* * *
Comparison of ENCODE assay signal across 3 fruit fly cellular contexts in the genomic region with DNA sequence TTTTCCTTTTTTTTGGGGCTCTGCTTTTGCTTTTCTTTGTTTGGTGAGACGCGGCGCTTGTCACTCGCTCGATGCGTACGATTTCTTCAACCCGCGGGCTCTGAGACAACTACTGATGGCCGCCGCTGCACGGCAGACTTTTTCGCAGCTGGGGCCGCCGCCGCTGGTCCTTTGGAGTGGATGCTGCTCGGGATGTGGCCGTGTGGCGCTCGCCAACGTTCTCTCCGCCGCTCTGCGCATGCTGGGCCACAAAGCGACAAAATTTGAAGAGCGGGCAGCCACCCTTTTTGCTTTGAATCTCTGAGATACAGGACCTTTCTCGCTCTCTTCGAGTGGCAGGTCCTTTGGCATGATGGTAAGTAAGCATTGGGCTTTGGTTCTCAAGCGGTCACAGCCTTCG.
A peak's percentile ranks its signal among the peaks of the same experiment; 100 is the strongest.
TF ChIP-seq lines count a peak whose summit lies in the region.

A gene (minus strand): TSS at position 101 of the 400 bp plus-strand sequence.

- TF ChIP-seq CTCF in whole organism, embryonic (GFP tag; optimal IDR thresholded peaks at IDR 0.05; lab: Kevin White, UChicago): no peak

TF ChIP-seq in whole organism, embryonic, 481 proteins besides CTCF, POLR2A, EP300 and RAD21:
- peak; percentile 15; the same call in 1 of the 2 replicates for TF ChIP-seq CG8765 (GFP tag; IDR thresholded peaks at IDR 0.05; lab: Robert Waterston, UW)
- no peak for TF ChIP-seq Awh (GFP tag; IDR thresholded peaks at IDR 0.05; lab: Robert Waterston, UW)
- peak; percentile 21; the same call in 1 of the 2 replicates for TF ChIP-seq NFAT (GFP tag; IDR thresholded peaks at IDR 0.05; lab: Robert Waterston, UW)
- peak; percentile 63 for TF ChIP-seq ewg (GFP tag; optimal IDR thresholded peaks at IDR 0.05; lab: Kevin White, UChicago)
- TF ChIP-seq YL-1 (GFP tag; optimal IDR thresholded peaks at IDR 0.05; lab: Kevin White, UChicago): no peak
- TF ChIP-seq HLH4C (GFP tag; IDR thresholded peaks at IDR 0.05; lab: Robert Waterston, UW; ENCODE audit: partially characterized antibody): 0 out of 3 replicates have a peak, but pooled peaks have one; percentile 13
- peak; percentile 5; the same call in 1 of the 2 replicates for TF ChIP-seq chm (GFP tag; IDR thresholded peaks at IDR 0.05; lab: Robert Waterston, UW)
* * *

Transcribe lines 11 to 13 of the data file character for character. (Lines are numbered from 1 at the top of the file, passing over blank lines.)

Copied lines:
- TF ChIP-seq YL-1 (GFP tag; optimal IDR thresholded peaks at IDR 0.05; lab: Kevin White, UChicago): no peak
- TF ChIP-seq HLH4C (GFP tag; IDR thresholded peaks at IDR 0.05; lab: Robert Waterston, UW; ENCODE audit: partially characterized antibody): 0 out of 3 replicates have a peak, but pooled peaks have one; percentile 13
- peak; percentile 5; the same call in 1 of the 2 replicates for TF ChIP-seq chm (GFP tag; IDR thresholded peaks at IDR 0.05; lab: Robert Waterston, UW)